Thomas Dixon and the Genesis of Birth of a Nation

Dixon works at his New York office in 1915. Image from the North Carolina Digital Collections

Dixon works at his New York office in 1915. Image from
the North Carolina Digital Collections

On April 3, 1946, Shelby native Thomas Dixon Jr., whose novel was the basis for the film Birth of a Nation, died.

Educated locally and at Wake Forest, he won a scholarship to graduate school at The Johns Hopkins University. In Baltimore, he fell in love with theater and soon moved to New York to pursue an acting career. His disappointing experience there led him home to Shelby where he studied law.

Dixon was elected to the General Assembly in 1884 and passed the bar after serving in the legislature for a single session. Tiring of law, he became a Baptist minister. In 1895, he left the ministry to become a nondenominational speaker, achieving some as a lecture lecturer during that time and earning as much as $1,000 per engagement.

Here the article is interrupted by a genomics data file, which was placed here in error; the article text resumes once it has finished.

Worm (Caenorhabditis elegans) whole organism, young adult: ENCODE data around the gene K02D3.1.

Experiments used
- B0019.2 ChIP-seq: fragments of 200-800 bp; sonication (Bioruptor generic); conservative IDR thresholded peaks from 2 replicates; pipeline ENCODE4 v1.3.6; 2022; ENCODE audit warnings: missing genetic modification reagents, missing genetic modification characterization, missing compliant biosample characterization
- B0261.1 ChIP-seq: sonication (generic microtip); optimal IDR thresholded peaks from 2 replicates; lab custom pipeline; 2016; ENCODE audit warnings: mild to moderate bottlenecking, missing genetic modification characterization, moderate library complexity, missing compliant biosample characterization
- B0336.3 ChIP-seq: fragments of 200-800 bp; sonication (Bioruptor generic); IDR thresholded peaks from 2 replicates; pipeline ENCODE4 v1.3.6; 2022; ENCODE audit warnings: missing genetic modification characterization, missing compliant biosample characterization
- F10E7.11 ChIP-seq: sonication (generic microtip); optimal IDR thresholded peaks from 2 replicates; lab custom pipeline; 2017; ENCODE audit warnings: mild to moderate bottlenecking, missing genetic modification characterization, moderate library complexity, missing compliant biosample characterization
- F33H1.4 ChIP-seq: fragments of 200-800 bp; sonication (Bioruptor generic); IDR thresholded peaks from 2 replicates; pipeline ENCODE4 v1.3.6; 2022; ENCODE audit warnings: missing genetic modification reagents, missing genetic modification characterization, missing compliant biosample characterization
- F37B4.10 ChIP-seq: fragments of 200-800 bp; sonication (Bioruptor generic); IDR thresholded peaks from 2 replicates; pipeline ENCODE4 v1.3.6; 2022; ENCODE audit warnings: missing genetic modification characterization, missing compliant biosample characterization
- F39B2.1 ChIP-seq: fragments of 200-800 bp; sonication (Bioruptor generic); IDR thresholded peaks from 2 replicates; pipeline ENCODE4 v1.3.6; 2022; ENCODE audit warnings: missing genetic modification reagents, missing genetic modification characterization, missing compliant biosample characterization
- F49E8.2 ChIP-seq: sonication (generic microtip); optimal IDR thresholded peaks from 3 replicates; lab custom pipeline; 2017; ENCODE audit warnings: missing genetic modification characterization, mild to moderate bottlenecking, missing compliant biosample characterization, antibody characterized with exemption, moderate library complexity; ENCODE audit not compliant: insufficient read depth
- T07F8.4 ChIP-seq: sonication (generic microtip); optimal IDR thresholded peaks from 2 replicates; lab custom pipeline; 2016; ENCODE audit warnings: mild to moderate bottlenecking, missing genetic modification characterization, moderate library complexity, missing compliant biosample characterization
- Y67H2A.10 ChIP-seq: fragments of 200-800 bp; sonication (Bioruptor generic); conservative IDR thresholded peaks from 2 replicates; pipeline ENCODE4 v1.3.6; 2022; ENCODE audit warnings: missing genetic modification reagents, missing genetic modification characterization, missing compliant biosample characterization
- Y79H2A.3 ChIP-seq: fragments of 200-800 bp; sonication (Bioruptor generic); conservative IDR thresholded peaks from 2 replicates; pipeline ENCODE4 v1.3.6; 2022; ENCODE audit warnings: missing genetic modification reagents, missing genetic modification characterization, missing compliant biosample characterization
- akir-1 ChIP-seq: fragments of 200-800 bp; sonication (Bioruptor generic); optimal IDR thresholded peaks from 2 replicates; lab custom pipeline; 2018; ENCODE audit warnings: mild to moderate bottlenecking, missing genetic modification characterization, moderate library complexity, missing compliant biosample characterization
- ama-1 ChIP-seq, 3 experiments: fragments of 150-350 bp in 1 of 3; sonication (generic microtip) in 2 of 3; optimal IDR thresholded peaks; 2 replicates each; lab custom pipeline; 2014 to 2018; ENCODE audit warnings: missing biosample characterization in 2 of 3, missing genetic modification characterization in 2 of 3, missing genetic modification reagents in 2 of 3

In 1901, Dixon wrote his first novel The Leopard’s Spots, calling for the exclusion of blacks from American society and for reconciliation between North and South. He wrote two more novels with similar messages, and, in 1905, adapted one of them into a play entitled The Clansman.

D. W. Griffith went on to adapt the play into the landmark motion picture, Birth of a Nation, in 1915.

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